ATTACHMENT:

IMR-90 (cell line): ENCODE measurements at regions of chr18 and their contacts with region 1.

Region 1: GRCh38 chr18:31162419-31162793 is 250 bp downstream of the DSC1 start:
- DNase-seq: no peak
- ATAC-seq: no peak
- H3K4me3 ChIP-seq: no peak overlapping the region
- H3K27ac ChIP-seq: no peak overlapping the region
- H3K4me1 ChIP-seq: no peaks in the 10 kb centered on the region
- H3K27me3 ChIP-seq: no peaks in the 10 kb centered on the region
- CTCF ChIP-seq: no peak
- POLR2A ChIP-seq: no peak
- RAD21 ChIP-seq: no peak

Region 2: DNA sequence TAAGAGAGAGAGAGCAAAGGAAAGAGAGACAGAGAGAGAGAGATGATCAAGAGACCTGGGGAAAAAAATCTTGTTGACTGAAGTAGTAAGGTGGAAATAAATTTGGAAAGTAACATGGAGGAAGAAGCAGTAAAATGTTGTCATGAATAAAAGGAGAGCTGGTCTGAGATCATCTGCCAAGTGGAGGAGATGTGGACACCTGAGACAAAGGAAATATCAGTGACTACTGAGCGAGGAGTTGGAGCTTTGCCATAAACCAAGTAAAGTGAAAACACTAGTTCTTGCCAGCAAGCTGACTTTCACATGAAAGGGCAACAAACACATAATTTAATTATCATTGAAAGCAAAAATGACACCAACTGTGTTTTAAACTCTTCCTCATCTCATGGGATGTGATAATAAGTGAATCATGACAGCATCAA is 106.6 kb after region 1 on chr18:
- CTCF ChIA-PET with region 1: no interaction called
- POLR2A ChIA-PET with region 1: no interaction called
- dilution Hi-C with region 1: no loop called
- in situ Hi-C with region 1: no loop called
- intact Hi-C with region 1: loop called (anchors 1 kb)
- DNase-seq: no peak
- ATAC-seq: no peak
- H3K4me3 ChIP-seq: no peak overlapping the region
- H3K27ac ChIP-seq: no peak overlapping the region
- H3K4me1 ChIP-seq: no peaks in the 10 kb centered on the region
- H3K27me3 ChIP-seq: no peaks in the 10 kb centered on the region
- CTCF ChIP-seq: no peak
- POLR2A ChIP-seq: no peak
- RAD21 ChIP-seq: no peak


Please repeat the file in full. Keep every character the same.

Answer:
IMR-90 (cell line): ENCODE measurements at regions of chr18 and their contacts with region 1.

Region 1: GRCh38 chr18:31162419-31162793 is 250 bp downstream of the DSC1 start:
- DNase-seq: no peak
- ATAC-seq: no peak
- H3K4me3 ChIP-seq: no peak overlapping the region
- H3K27ac ChIP-seq: no peak overlapping the region
- H3K4me1 ChIP-seq: no peaks in the 10 kb centered on the region
- H3K27me3 ChIP-seq: no peaks in the 10 kb centered on the region
- CTCF ChIP-seq: no peak
- POLR2A ChIP-seq: no peak
- RAD21 ChIP-seq: no peak

Region 2: DNA sequence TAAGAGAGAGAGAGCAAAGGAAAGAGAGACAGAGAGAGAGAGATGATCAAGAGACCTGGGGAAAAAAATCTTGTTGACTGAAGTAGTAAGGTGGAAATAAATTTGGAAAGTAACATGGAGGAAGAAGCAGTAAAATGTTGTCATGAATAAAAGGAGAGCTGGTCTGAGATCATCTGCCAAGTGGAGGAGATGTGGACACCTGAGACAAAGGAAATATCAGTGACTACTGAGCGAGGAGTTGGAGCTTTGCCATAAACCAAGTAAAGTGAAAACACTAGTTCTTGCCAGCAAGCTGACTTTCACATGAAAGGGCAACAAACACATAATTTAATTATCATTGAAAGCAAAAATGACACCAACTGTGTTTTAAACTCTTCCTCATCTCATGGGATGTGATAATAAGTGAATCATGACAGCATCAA is 106.6 kb after region 1 on chr18:
- CTCF ChIA-PET with region 1: no interaction called
- POLR2A ChIA-PET with region 1: no interaction called
- dilution Hi-C with region 1: no loop called
- in situ Hi-C with region 1: no loop called
- intact Hi-C with region 1: loop called (anchors 1 kb)
- DNase-seq: no peak
- ATAC-seq: no peak
- H3K4me3 ChIP-seq: no peak overlapping the region
- H3K27ac ChIP-seq: no peak overlapping the region
- H3K4me1 ChIP-seq: no peaks in the 10 kb centered on the region
- H3K27me3 ChIP-seq: no peaks in the 10 kb centered on the region
- CTCF ChIP-seq: no peak
- POLR2A ChIP-seq: no peak
- RAD21 ChIP-seq: no peak